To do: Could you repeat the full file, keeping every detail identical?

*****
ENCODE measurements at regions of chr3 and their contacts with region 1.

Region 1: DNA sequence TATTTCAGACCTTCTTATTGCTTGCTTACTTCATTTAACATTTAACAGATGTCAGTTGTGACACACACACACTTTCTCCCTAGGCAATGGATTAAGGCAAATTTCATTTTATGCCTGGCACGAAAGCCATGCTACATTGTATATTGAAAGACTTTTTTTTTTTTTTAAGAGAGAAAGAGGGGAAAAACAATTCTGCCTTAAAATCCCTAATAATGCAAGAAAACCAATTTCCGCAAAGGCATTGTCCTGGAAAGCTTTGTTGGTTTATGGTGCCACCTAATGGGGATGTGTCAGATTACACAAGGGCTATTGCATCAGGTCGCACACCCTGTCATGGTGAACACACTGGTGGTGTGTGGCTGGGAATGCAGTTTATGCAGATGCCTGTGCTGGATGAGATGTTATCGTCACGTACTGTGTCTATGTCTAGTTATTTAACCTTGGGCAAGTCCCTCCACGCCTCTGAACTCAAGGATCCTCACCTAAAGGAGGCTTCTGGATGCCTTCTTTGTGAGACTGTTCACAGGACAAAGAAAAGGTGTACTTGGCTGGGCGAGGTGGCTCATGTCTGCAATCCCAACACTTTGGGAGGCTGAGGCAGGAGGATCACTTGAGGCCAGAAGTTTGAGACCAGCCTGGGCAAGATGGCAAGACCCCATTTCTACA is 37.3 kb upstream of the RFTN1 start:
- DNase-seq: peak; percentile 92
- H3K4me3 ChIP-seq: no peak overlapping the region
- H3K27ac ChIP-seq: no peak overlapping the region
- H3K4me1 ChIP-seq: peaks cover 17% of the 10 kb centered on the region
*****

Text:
ENCODE measurements at regions of chr3 and their contacts with region 1.

Region 1: DNA sequence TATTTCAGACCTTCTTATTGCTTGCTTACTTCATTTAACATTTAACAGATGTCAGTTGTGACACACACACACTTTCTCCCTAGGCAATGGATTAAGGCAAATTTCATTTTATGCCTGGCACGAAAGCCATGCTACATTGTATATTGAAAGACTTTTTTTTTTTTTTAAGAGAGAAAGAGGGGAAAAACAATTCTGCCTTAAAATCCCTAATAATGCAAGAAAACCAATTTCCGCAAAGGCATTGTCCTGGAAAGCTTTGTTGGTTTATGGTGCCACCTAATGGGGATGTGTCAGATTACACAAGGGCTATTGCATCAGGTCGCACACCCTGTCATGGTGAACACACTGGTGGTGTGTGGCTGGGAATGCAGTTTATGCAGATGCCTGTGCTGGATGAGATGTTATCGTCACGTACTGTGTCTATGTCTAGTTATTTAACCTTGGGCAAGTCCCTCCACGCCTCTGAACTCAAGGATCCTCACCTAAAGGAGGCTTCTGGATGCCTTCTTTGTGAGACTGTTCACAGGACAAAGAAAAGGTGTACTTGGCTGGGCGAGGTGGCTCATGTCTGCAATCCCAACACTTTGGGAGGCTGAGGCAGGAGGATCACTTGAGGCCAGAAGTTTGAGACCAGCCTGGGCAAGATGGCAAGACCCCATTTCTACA is 37.3 kb upstream of the RFTN1 start:
- DNase-seq: peak; percentile 92
- H3K4me3 ChIP-seq: no peak overlapping the region
- H3K27ac ChIP-seq: no peak overlapping the region
- H3K4me1 ChIP-seq: peaks cover 17% of the 10 kb centered on the region